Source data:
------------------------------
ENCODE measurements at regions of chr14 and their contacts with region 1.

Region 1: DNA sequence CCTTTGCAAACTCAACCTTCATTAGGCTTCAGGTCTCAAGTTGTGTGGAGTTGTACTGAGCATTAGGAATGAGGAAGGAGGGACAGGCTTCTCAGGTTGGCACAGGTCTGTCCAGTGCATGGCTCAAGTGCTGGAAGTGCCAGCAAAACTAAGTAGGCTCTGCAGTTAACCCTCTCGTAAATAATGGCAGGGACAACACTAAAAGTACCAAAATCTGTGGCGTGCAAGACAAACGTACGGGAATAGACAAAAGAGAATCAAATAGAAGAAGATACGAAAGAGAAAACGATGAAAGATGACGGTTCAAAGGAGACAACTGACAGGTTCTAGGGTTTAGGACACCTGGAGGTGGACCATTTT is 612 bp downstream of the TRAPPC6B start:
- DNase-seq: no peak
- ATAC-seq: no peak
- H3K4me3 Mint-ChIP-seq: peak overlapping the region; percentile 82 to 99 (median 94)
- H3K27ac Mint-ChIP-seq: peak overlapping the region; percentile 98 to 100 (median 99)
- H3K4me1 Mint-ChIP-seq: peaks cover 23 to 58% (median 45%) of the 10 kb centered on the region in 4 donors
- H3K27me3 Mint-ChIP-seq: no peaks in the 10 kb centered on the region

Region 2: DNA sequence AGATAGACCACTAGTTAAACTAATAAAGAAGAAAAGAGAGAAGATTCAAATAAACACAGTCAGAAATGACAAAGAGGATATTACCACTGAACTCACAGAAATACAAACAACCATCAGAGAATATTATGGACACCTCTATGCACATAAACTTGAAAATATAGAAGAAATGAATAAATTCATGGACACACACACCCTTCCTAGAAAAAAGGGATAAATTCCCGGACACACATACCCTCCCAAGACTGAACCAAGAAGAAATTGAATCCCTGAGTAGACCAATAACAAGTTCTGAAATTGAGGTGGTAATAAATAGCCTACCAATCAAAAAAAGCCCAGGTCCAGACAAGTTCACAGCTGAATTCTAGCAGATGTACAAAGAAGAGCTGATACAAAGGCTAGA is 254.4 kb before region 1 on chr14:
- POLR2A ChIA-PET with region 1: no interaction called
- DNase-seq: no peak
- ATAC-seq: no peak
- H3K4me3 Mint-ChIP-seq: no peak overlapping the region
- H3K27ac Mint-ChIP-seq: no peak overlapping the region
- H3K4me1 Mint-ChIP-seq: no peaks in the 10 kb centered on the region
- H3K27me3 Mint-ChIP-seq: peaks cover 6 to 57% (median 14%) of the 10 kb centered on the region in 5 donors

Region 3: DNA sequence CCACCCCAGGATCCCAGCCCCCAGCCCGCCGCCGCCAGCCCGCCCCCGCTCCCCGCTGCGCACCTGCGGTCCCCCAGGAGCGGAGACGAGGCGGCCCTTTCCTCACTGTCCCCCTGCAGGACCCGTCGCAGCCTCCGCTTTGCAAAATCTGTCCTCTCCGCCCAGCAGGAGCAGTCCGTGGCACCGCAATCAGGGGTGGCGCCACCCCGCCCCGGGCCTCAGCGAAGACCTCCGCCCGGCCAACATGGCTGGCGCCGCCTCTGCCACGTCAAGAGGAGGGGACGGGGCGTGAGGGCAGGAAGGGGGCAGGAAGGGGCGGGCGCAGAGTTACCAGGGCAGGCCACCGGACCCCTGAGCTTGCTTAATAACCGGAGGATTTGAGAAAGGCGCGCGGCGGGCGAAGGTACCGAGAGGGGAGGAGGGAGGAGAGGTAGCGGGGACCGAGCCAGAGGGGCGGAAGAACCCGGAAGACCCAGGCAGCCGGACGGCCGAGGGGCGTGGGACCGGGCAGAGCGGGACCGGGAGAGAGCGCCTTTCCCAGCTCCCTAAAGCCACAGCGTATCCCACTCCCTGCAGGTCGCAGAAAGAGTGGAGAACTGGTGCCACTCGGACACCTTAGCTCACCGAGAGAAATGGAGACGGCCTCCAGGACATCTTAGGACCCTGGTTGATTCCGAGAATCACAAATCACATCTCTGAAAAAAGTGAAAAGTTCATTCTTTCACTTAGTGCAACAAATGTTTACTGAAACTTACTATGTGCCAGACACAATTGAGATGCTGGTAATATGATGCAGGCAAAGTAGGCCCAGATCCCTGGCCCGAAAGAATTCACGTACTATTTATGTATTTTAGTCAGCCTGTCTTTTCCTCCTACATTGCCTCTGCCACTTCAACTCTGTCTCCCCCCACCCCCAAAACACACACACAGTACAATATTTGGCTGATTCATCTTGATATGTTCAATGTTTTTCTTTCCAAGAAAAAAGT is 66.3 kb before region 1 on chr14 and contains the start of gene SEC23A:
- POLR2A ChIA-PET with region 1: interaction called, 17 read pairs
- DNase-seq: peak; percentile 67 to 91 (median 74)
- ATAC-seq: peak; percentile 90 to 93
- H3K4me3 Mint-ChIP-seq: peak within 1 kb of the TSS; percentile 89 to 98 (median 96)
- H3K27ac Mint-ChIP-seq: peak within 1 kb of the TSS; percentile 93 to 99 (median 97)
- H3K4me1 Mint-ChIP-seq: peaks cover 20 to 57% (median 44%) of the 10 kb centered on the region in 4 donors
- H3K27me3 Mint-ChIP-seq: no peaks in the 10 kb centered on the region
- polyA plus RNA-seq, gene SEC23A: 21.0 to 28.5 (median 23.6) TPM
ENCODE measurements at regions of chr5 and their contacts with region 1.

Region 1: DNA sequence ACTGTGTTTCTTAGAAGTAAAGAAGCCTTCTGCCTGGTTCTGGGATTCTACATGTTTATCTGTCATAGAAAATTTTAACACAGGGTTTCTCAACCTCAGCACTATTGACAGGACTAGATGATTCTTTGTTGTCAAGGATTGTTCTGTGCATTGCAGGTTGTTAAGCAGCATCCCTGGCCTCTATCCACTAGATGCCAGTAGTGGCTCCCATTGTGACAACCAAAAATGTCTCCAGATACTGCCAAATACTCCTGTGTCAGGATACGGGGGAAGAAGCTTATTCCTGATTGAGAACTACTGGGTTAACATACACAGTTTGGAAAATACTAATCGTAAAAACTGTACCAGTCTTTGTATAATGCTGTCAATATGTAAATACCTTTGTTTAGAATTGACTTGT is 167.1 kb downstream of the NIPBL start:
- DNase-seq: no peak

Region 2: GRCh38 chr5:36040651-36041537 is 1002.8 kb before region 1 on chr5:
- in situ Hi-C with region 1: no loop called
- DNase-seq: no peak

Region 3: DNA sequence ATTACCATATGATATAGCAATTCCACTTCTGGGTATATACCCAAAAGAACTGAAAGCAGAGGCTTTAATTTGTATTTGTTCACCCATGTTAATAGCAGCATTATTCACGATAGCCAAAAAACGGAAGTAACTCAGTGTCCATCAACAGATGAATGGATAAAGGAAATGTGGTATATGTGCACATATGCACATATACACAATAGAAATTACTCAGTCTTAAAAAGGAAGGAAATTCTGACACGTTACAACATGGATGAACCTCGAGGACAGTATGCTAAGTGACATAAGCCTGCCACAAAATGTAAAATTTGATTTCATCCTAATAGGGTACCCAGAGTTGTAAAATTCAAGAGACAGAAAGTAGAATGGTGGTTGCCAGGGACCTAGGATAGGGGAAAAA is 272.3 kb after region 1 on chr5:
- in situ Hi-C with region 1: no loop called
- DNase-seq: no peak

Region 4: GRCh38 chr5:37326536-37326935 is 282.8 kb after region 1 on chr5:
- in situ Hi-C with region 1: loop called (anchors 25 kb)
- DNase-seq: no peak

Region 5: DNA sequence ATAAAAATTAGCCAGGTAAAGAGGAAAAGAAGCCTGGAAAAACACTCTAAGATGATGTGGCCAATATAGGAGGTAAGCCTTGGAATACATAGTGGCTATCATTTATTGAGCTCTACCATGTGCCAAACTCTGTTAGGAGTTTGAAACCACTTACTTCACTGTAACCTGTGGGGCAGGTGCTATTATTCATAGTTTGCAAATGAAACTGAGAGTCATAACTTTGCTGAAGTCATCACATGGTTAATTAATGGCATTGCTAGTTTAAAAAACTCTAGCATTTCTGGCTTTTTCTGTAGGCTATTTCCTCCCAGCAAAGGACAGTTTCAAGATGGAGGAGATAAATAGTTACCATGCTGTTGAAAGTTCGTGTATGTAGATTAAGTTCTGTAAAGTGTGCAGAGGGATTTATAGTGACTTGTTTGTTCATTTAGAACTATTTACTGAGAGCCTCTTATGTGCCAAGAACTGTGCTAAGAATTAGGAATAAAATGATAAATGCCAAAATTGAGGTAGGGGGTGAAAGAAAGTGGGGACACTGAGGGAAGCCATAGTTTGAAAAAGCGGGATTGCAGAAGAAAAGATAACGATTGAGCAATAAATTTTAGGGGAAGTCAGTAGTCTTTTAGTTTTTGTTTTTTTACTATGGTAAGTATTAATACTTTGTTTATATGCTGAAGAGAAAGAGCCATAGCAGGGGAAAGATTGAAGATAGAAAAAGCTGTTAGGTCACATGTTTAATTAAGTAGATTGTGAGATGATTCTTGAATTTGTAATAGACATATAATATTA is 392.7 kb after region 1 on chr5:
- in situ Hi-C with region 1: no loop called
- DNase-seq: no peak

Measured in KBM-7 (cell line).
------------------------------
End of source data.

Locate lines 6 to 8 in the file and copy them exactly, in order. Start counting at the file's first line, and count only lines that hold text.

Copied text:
- H3K27ac Mint-ChIP-seq: peak overlapping the region; percentile 98 to 100 (median 99)
- H3K4me1 Mint-ChIP-seq: peaks cover 23 to 58% (median 45%) of the 10 kb centered on the region in 4 donors
- H3K27me3 Mint-ChIP-seq: no peaks in the 10 kb centered on the region